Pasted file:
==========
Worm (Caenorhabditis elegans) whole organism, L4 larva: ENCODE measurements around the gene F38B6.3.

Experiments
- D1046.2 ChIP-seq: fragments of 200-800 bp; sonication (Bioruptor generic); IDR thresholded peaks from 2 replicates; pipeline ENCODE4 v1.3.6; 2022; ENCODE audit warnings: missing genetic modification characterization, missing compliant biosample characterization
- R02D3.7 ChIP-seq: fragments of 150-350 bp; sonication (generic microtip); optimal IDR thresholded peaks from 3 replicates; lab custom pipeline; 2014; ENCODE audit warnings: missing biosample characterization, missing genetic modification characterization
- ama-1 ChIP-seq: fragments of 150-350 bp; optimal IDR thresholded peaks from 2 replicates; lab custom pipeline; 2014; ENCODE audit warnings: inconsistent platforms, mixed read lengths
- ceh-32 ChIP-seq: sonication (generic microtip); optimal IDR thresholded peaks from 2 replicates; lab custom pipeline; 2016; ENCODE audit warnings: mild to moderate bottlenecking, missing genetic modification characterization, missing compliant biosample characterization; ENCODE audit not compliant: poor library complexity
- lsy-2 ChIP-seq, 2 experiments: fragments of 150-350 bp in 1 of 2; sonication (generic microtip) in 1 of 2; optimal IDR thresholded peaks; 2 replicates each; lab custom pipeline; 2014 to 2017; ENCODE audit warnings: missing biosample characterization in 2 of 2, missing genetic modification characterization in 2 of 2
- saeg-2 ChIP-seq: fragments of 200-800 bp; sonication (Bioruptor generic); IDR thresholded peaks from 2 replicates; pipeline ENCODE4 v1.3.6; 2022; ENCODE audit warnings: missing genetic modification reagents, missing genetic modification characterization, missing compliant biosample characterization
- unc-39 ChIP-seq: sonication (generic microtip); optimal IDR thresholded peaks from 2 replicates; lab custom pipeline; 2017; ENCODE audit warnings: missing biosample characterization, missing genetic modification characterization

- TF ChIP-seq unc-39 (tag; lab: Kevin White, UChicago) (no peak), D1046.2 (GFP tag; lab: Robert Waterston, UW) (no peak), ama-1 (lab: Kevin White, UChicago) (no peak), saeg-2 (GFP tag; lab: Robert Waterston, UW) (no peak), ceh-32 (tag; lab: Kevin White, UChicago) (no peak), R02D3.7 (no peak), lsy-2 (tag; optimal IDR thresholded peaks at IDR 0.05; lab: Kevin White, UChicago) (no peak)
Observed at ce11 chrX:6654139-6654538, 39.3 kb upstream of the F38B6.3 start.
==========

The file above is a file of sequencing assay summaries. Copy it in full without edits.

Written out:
Worm (Caenorhabditis elegans) whole organism, L4 larva: ENCODE measurements around the gene F38B6.3.

Experiments
- D1046.2 ChIP-seq: fragments of 200-800 bp; sonication (Bioruptor generic); IDR thresholded peaks from 2 replicates; pipeline ENCODE4 v1.3.6; 2022; ENCODE audit warnings: missing genetic modification characterization, missing compliant biosample characterization
- R02D3.7 ChIP-seq: fragments of 150-350 bp; sonication (generic microtip); optimal IDR thresholded peaks from 3 replicates; lab custom pipeline; 2014; ENCODE audit warnings: missing biosample characterization, missing genetic modification characterization
- ama-1 ChIP-seq: fragments of 150-350 bp; optimal IDR thresholded peaks from 2 replicates; lab custom pipeline; 2014; ENCODE audit warnings: inconsistent platforms, mixed read lengths
- ceh-32 ChIP-seq: sonication (generic microtip); optimal IDR thresholded peaks from 2 replicates; lab custom pipeline; 2016; ENCODE audit warnings: mild to moderate bottlenecking, missing genetic modification characterization, missing compliant biosample characterization; ENCODE audit not compliant: poor library complexity
- lsy-2 ChIP-seq, 2 experiments: fragments of 150-350 bp in 1 of 2; sonication (generic microtip) in 1 of 2; optimal IDR thresholded peaks; 2 replicates each; lab custom pipeline; 2014 to 2017; ENCODE audit warnings: missing biosample characterization in 2 of 2, missing genetic modification characterization in 2 of 2
- saeg-2 ChIP-seq: fragments of 200-800 bp; sonication (Bioruptor generic); IDR thresholded peaks from 2 replicates; pipeline ENCODE4 v1.3.6; 2022; ENCODE audit warnings: missing genetic modification reagents, missing genetic modification characterization, missing compliant biosample characterization
- unc-39 ChIP-seq: sonication (generic microtip); optimal IDR thresholded peaks from 2 replicates; lab custom pipeline; 2017; ENCODE audit warnings: missing biosample characterization, missing genetic modification characterization

- TF ChIP-seq unc-39 (tag; lab: Kevin White, UChicago) (no peak), D1046.2 (GFP tag; lab: Robert Waterston, UW) (no peak), ama-1 (lab: Kevin White, UChicago) (no peak), saeg-2 (GFP tag; lab: Robert Waterston, UW) (no peak), ceh-32 (tag; lab: Kevin White, UChicago) (no peak), R02D3.7 (no peak), lsy-2 (tag; optimal IDR thresholded peaks at IDR 0.05; lab: Kevin White, UChicago) (no peak)
Observed at ce11 chrX:6654139-6654538, 39.3 kb upstream of the F38B6.3 start.